SAN PEDRO, Calif. — “What is art?” the composer Kate Soper asked at the beginning of “Ipsa Dixit,” her last big stage work, from 2016.
In her tender, whip-smart new opera, “The Romance of the Rose,” which premiered this weekend at Long Beach Opera, she quotes a chunk of Shakespeare’s “Twelfth Night” that poses another query: “What is love?”
No one has ever accused Soper of shying away from the big questions. And her works go about answering them studiously but sensuously — with earnestness, wit, whimsy, self-awareness and music that ranges freely among, for a start, Baroque madrigals, power ballads and barbed modernism.
In “Ipsa Dixit,” she answers the question “What is art?” with, more or less, the piece’s title: It is whatever I say it is. In “The Romance of the Rose,” the answer to “What is love?” is something like: It’s a lot of conflicting things, in a scary, delicate balance. It’s every thing.
Over a decade in the making and based on the medieval epic of the same name — nearly 22,000 lines of octosyllabic Old French couplets — “The Romance of the Rose” adapts some of the poem’s strands while adding inventions of Soper’s own. (She usually writes her librettos, often with interpolations from other authors, ancient to modern.) In an allegorical garden, the Dreamer guides the Lover as she pines for a rose: “What a perfect symbol for a dream of love!”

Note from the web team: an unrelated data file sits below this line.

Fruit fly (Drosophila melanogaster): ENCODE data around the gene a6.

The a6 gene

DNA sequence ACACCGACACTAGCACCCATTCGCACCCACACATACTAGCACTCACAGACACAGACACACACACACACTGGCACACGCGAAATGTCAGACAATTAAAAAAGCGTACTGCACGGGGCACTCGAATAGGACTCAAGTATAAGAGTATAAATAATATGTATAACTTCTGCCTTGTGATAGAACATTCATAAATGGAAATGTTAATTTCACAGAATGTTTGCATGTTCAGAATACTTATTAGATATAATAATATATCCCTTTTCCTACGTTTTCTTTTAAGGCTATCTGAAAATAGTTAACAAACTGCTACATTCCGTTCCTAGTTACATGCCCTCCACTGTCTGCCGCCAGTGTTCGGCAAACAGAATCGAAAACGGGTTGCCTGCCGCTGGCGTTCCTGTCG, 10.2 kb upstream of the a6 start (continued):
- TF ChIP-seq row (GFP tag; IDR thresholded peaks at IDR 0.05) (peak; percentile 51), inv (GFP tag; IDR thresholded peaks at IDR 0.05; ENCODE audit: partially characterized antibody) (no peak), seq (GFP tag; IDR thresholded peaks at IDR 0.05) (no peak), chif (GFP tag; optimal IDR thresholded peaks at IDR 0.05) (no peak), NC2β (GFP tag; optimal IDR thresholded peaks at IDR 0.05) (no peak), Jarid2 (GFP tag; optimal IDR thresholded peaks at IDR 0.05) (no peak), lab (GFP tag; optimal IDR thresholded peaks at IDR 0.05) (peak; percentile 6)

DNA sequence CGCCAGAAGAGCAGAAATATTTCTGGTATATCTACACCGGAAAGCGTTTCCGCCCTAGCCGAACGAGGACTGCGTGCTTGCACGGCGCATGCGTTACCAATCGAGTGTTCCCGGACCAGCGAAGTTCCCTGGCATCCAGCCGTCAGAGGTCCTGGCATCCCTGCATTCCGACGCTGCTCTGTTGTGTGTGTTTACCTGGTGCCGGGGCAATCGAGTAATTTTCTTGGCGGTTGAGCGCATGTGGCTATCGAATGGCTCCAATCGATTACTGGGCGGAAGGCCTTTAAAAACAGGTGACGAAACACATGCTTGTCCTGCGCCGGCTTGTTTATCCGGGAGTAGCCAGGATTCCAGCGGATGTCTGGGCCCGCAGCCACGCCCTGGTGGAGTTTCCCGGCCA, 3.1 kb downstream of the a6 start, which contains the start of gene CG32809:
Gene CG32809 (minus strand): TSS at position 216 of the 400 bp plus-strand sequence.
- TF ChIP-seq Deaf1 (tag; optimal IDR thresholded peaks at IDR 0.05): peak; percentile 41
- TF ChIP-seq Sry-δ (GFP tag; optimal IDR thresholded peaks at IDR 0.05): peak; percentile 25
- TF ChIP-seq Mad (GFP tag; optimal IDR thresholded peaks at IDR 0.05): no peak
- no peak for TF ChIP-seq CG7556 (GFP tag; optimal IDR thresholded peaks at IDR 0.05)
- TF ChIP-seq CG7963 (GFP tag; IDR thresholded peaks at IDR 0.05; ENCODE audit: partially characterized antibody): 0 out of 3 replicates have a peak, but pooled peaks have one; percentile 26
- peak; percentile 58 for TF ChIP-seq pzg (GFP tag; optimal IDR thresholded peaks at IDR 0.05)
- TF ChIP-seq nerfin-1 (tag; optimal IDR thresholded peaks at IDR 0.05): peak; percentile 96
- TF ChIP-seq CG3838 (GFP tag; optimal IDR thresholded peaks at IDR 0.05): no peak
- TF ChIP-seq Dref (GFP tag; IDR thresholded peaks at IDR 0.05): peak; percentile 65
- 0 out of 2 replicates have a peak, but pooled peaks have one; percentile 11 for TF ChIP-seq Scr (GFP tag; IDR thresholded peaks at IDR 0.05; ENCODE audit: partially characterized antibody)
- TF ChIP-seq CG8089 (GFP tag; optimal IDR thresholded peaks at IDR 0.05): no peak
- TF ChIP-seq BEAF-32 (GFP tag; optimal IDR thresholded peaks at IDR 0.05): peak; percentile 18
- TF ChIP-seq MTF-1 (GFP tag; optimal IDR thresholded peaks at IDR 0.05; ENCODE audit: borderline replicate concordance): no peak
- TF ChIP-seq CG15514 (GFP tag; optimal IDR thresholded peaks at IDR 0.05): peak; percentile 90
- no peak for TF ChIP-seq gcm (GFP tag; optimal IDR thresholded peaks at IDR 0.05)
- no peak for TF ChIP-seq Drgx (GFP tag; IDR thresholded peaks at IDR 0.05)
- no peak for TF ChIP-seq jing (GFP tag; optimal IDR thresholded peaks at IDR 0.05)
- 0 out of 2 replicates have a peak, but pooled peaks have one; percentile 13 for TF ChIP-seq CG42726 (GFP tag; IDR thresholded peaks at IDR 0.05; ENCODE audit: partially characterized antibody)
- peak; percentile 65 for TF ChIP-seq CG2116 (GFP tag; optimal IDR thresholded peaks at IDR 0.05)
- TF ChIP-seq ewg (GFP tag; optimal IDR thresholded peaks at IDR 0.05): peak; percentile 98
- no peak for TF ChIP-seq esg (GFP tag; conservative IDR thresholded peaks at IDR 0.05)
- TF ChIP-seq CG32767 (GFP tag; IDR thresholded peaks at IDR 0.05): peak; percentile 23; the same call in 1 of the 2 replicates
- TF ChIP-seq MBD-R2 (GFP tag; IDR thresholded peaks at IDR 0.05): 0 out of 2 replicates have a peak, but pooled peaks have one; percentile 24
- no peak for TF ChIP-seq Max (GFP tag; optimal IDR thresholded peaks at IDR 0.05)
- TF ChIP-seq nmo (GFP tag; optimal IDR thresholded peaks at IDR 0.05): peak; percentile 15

Aroused and confused, the Lover is set upon by the God of Love, Lady Reason and Shame — and all have advice that’s at once persuasive and suspect, compelling and incomplete, about how the Lover should feel, about what love means.
As the loose, stylized, funny, often poignant plot progresses, these allegorical characters seem to lose their moorings; in Soper’s world, even stock figures can’t be trusted to maintain their points of view. (This isn’t, or isn’t just, the old battle between head and heart.) The fatal seductiveness of narcissism; ambivalence about performing; the nature of reality — it’s all, ambitiously, here.
I should insert what has become a standard caveat about this composer: Describing “The Romance of the Rose” might make it sound dry and bookish, but it isn’t. Soper’s text is so sly and eloquent — “Since the truth’s thus riddled with such tears, the essential question’s not ‘What is the truth?’ but ‘Who cares?’” — and her music so eclectic and quick-shifting that her work keeps you engaged even when you’re a bit baffled. Like her other stage pieces, “Rose” is high culture and low, talky but agile, brainy but — and! — feeling.